[e]vidence of the number of instances of actual confusion must be placed against the background of the number of opportunities for confusion before one can make an informed decision as to the weight to be given the evidence.   If there is a very large volume of contacts or transactions which could give rise to confusion and there is only a handful of instances of actual confusion, the evidence of actual confusion may receive relatively little weight.

McCarthy § 23:14;  see also Petro Stopping, 130 F.3d at 95 (“In light of [the plaintiff's] huge volume of commerce, [the plaintiff's] meager evidence of actual confusion is at best de minimis.”).

Before the hearing on Imagination's motion for summary judgment, George's evidence of actual confusion came from two individuals, Corinne Harrison and Melissa Fortunato.   Harrison is a toy store owner in Des Moines, Iowa. In January 2007, an Imagination distributor visited Harrison's store and showed her Imagination's 2007 catalog.   When Harrison saw Imagination's LEFT CENTER RIGHT game depicted, she thought the game had been licensed by George because it bore the LEFT CENTER RIGHT name.

In February 2007, Harrison visited Imagination's booth at a New York toy fair.   There, she saw LEFT CENTER RIGHT game materials and still believed the game was licensed by George because it bore the name LEFT CENTER RIGHT.   Harrison ordered a number of units of Imagination's LEFT CENTER RIGHT game because she still mistakenly thought Imagination's game was licensed by George.   According to Harrison, had she known Imagination's game was unlicensed, she would not have placed the order, implying that it was “wrong” for Imagination to take business away from a “small company” like George.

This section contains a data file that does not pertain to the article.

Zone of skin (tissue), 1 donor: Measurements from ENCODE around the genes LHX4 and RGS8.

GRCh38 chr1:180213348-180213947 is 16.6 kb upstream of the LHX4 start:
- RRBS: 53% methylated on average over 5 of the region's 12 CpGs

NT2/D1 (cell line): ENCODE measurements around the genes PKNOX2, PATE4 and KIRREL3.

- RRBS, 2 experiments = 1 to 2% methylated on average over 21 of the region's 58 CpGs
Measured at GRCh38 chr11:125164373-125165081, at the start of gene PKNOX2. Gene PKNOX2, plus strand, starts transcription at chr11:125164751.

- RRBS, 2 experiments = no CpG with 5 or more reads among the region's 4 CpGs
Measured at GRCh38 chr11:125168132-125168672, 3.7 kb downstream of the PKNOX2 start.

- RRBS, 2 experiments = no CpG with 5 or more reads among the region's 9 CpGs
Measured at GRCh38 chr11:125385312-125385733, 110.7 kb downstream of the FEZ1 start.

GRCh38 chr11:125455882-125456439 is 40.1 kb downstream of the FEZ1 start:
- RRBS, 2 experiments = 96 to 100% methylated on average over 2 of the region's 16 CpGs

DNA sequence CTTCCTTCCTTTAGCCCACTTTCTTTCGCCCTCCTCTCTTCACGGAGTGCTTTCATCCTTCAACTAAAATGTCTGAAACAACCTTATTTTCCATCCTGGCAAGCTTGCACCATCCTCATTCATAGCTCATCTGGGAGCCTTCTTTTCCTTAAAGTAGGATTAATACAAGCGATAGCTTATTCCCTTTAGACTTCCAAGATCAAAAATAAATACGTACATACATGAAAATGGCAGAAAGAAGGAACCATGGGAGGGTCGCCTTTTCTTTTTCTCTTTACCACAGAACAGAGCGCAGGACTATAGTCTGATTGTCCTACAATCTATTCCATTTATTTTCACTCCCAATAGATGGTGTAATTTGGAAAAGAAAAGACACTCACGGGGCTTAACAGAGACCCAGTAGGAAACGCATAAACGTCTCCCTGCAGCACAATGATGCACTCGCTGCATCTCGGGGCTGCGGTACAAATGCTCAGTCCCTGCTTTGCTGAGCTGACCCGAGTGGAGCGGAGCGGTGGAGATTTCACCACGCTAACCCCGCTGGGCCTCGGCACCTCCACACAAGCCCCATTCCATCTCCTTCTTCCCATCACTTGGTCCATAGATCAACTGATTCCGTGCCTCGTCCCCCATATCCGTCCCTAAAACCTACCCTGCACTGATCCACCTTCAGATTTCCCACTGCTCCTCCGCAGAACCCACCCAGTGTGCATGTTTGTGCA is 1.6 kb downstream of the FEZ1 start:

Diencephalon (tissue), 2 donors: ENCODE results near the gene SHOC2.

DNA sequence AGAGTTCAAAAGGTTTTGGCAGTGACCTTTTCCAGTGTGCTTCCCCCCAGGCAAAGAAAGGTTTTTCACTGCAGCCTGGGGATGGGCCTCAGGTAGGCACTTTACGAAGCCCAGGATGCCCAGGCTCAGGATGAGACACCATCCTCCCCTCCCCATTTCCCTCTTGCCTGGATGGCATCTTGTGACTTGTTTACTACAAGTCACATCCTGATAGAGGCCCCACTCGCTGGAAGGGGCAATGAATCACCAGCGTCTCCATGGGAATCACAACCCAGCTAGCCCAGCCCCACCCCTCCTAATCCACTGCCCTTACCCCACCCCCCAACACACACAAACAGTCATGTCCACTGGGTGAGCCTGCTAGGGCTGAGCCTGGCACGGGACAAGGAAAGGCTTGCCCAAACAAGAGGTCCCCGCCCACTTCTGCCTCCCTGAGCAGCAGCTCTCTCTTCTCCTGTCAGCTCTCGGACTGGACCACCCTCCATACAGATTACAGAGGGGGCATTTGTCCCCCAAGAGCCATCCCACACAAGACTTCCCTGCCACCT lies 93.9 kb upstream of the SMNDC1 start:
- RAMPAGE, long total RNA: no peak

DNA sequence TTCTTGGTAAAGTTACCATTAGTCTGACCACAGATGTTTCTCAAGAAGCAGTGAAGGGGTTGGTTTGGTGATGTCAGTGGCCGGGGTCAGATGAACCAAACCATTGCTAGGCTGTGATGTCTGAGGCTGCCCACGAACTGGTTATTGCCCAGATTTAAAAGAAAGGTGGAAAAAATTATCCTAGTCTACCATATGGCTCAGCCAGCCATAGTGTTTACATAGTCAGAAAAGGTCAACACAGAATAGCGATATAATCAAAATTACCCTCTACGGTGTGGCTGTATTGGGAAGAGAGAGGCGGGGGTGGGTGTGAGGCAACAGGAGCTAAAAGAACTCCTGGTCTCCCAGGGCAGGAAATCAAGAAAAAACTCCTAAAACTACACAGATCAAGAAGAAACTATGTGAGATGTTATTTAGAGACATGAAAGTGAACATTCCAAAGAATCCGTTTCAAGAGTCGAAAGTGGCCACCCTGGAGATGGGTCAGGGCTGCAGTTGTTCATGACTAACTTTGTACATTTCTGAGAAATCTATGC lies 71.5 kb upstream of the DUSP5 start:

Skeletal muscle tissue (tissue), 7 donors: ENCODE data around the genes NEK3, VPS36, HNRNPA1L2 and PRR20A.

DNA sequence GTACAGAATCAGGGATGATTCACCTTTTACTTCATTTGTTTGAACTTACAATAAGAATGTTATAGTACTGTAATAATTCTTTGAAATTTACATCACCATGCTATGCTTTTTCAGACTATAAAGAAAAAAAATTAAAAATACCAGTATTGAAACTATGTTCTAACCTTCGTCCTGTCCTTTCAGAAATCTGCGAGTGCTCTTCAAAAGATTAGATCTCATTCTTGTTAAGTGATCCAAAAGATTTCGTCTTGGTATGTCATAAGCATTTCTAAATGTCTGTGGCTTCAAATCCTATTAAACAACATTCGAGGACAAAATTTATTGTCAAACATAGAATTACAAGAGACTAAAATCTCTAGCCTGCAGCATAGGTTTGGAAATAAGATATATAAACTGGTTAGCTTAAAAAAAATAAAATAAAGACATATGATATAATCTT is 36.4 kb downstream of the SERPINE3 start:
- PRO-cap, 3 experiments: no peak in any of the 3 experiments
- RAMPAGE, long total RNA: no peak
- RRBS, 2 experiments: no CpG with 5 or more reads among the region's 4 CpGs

Fortunato, a toy company manager, contacted George in October 2006 seeking to obtain a license to make a deluxe version of George's LCR game.   George declined because it was interested in making its own deluxe version.   Upon seeing Imagination's 2007 catalog, Fortunato believed that Imagination had obtained a license from George to make a deluxe version of George's LCR game.

After the district court took Imagination's motion for summary judgment under advisement, George twice sought leave to file additional evidence of actual confusion.   In both instances, the district court granted the motion, which allowed George to present evidence of actual confusion from two additional individuals, Sharon Lynch and Jill Smilanich.13

In November 2007, Lynch, a sales associate at George's retail store in Williamsville, New York, was approached in the store by a customer looking for a game called “LEFT CENTER RIGHT.”   The customer had previously played LCR, as her friend purchased LCR at George's store.   The customer informed Lynch that the Toys R Us (where Imagination's game was sold) was selling a more expensive version of George's game.

In December 2007, Smilanich, George's office manager, received a call from a consumer who had purchased Imagination's game but mistakenly believed it was George's game.   According to Smilanich, the caller complained about the game she purchased and, upon learning she had purchased Imagination's game, she became upset and said she would not have purchased the game had she known it was not George's game.

The district court found that the testimony of these witnesses amounted to, at most, de minimis evidence of actual confusion.   Accordingly, the district court looked at the seventh factor as weighing heavily against a finding of a likelihood of confusion.